updated 01:32 pm EST, Mon March 4, 2013
Supports taking long-term approach
Apple should "ignore" David Einhorn and Greenlight Capital, according to Warren Buffett. Speaking with CNBC today, the famous investor and Berkshire Hathaway CEO dismissed Einhorn's push for a preferred Apple stock option, which recently led to a threatened lawsuit. Greenlight ultimately withdrew the suit, since its only goal was to prevent a vote on proxy proposal at Apple's annual shareholders meeting, for which a judge granted the needed injunction.
"I would ignore him [Einhorn]," said Buffett. "I would run the business in such a manner as to create the most value over the next five to 10 years. You can't run a business to push the stock price up on a daily basis. Berkshire has gone down 50 percent four times in its history. When that happens, if you've got money you buy it. You just keep working on building the value.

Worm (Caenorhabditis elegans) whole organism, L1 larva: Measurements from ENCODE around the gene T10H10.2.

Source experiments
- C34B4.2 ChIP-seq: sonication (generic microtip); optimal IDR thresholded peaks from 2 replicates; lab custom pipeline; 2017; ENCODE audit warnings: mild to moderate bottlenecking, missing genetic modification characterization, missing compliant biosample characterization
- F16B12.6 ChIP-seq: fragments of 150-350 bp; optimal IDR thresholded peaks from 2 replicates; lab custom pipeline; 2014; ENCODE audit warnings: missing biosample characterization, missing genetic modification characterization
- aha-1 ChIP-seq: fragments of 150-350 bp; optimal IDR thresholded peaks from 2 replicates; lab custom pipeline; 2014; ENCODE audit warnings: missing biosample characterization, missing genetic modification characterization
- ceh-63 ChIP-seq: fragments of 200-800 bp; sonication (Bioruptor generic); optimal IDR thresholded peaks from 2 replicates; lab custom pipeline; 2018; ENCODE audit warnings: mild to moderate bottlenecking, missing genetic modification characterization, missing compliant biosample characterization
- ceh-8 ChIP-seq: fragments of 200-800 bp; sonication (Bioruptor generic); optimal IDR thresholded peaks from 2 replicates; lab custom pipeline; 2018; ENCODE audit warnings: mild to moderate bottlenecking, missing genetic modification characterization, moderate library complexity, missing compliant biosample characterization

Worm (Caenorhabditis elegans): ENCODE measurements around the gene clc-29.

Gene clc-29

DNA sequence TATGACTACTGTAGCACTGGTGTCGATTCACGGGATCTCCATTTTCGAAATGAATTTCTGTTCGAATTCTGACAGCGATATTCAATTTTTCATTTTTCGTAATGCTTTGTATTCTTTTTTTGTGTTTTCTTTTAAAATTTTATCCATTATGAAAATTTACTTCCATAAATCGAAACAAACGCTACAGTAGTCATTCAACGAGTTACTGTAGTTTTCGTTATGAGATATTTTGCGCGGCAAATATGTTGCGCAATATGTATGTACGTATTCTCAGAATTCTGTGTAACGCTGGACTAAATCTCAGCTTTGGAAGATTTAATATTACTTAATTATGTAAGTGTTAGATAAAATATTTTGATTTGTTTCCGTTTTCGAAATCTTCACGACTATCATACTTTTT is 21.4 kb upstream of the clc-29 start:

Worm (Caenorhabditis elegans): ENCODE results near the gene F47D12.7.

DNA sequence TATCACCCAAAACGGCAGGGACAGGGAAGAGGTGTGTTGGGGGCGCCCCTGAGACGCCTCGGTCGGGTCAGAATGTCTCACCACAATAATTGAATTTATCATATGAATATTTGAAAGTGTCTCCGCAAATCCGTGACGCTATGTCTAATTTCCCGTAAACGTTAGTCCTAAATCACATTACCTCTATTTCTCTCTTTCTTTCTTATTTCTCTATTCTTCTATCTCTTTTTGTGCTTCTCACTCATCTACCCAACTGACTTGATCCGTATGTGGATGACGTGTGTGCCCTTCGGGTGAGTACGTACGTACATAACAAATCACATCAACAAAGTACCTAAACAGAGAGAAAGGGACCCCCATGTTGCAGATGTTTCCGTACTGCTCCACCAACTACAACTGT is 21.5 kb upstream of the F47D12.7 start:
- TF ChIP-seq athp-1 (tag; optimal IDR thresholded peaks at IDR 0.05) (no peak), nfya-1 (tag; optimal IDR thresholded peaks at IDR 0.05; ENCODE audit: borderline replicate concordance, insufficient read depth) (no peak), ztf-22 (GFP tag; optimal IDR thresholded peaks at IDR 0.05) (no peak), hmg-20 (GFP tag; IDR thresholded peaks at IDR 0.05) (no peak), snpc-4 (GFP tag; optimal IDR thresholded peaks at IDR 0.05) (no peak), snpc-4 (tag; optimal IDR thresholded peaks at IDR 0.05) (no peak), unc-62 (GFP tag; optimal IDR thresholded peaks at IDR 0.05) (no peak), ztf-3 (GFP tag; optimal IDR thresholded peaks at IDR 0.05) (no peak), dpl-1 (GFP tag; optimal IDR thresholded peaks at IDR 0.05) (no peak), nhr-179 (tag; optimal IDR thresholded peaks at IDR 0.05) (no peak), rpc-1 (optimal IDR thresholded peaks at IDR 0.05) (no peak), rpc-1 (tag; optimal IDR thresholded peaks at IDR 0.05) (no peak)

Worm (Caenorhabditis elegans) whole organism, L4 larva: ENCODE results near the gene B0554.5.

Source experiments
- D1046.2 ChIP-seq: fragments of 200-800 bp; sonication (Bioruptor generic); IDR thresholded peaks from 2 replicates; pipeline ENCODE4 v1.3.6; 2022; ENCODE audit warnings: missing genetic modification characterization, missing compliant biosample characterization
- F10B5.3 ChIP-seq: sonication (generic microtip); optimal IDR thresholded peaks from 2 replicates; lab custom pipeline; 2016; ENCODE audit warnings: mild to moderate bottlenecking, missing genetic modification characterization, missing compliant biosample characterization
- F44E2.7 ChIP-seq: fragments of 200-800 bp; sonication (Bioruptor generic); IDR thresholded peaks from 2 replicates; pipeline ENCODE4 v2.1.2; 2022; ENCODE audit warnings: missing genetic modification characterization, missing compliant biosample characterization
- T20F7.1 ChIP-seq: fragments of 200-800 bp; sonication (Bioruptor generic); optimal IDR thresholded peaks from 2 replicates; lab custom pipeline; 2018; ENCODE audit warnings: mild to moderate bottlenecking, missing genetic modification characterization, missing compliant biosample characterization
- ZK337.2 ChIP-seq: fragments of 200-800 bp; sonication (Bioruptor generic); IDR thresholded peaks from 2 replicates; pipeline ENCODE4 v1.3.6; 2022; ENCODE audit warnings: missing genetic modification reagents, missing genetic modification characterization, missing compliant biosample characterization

"I heard from people each time [Berkshire shares dropped], saying why don't you do this or that," the executive continued. "Pay a dividend. I think Apple's done a good job of building value. They may have too much cash. Now one reason they have so much cash is two thirds of it has not yet been taxed." Much of Apple's cash is located overseas, but the company has refused to bring it back to the US until the government bends to demands for a tax holiday.
In response to pushes for Apple to increase its dividend or to offer a stock split, Buffett offered an anecdote about a talk with late Apple co-founder Steve Jobs. "When Steve called me, I said, 'Is your stock cheap?' He said, yes. I said, 'Do you have more cash than you need?' He said, a little. I said, then buy back your stock. He didn't...Now, when our stock went from $90,000 to $40,000 to $45,000, I wrote about, we wanted to buy the stock. We didn't quite manage to. But if you could buy dollar bills for 80 cents, it's a very good thing to do. If you could buy dollar bills for 80 cents, that's a good thing to do."